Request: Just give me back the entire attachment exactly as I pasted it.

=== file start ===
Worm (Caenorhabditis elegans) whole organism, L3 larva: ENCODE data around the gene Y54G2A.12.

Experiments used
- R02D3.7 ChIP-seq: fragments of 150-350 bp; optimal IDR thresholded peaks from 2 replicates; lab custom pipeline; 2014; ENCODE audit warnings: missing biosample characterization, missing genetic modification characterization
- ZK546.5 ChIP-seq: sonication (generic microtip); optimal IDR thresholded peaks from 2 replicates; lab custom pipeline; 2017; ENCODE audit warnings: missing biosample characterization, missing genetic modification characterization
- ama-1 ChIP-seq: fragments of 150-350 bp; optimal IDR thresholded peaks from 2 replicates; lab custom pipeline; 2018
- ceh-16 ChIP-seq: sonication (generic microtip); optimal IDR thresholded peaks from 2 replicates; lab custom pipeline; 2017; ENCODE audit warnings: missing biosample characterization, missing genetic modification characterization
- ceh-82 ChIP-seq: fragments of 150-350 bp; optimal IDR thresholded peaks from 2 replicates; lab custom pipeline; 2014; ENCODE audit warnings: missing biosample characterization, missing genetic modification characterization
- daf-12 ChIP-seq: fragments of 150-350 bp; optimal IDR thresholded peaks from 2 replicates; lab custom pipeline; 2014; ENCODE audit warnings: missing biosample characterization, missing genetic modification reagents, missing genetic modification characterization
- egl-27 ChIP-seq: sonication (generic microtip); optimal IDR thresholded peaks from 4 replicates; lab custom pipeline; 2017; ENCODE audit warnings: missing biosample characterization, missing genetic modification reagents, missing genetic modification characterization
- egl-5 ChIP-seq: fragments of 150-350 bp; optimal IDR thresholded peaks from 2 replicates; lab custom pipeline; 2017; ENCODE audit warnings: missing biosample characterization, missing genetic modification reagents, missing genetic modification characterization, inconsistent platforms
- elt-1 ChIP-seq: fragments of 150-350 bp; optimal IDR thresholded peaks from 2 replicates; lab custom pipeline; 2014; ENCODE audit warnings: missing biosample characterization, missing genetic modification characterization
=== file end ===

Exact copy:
Worm (Caenorhabditis elegans) whole organism, L3 larva: ENCODE data around the gene Y54G2A.12.

Experiments used
- R02D3.7 ChIP-seq: fragments of 150-350 bp; optimal IDR thresholded peaks from 2 replicates; lab custom pipeline; 2014; ENCODE audit warnings: missing biosample characterization, missing genetic modification characterization
- ZK546.5 ChIP-seq: sonication (generic microtip); optimal IDR thresholded peaks from 2 replicates; lab custom pipeline; 2017; ENCODE audit warnings: missing biosample characterization, missing genetic modification characterization
- ama-1 ChIP-seq: fragments of 150-350 bp; optimal IDR thresholded peaks from 2 replicates; lab custom pipeline; 2018
- ceh-16 ChIP-seq: sonication (generic microtip); optimal IDR thresholded peaks from 2 replicates; lab custom pipeline; 2017; ENCODE audit warnings: missing biosample characterization, missing genetic modification characterization
- ceh-82 ChIP-seq: fragments of 150-350 bp; optimal IDR thresholded peaks from 2 replicates; lab custom pipeline; 2014; ENCODE audit warnings: missing biosample characterization, missing genetic modification characterization
- daf-12 ChIP-seq: fragments of 150-350 bp; optimal IDR thresholded peaks from 2 replicates; lab custom pipeline; 2014; ENCODE audit warnings: missing biosample characterization, missing genetic modification reagents, missing genetic modification characterization
- egl-27 ChIP-seq: sonication (generic microtip); optimal IDR thresholded peaks from 4 replicates; lab custom pipeline; 2017; ENCODE audit warnings: missing biosample characterization, missing genetic modification reagents, missing genetic modification characterization
- egl-5 ChIP-seq: fragments of 150-350 bp; optimal IDR thresholded peaks from 2 replicates; lab custom pipeline; 2017; ENCODE audit warnings: missing biosample characterization, missing genetic modification reagents, missing genetic modification characterization, inconsistent platforms
- elt-1 ChIP-seq: fragments of 150-350 bp; optimal IDR thresholded peaks from 2 replicates; lab custom pipeline; 2014; ENCODE audit warnings: missing biosample characterization, missing genetic modification characterization